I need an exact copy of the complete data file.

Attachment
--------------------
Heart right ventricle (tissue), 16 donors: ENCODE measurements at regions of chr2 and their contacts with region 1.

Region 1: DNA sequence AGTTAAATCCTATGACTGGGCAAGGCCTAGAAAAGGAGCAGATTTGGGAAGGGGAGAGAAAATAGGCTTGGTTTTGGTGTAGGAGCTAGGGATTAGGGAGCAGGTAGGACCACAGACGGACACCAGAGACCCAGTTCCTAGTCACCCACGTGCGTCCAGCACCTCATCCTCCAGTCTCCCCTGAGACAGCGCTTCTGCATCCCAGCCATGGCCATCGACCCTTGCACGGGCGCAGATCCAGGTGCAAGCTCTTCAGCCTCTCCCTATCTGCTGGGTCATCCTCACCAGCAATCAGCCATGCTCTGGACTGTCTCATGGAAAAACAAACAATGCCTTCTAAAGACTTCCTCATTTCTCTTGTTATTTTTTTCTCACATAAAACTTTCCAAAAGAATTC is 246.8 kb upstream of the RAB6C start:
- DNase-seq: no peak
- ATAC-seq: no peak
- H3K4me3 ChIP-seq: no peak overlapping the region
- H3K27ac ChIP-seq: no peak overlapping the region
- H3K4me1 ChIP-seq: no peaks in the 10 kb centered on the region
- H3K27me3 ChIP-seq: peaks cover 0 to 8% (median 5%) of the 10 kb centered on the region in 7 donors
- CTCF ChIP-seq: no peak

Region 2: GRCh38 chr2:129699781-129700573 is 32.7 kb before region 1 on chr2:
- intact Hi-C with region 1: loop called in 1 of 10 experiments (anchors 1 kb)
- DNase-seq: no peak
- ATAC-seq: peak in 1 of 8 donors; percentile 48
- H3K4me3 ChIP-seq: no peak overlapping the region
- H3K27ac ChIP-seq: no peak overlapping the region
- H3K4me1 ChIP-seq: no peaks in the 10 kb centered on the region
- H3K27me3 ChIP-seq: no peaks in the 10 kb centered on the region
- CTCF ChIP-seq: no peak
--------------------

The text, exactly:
Heart right ventricle (tissue), 16 donors: ENCODE measurements at regions of chr2 and their contacts with region 1.

Region 1: DNA sequence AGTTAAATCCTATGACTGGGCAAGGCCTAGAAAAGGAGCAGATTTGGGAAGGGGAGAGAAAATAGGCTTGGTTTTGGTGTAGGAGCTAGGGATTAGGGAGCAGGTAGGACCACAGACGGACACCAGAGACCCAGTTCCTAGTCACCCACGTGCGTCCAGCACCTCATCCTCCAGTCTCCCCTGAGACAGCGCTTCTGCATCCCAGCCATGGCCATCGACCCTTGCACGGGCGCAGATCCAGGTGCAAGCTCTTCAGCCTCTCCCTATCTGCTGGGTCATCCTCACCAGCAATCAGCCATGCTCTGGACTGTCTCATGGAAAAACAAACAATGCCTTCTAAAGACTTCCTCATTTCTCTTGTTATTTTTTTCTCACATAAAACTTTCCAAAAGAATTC is 246.8 kb upstream of the RAB6C start:
- DNase-seq: no peak
- ATAC-seq: no peak
- H3K4me3 ChIP-seq: no peak overlapping the region
- H3K27ac ChIP-seq: no peak overlapping the region
- H3K4me1 ChIP-seq: no peaks in the 10 kb centered on the region
- H3K27me3 ChIP-seq: peaks cover 0 to 8% (median 5%) of the 10 kb centered on the region in 7 donors
- CTCF ChIP-seq: no peak

Region 2: GRCh38 chr2:129699781-129700573 is 32.7 kb before region 1 on chr2:
- intact Hi-C with region 1: loop called in 1 of 10 experiments (anchors 1 kb)
- DNase-seq: no peak
- ATAC-seq: peak in 1 of 8 donors; percentile 48
- H3K4me3 ChIP-seq: no peak overlapping the region
- H3K27ac ChIP-seq: no peak overlapping the region
- H3K4me1 ChIP-seq: no peaks in the 10 kb centered on the region
- H3K27me3 ChIP-seq: no peaks in the 10 kb centered on the region
- CTCF ChIP-seq: no peak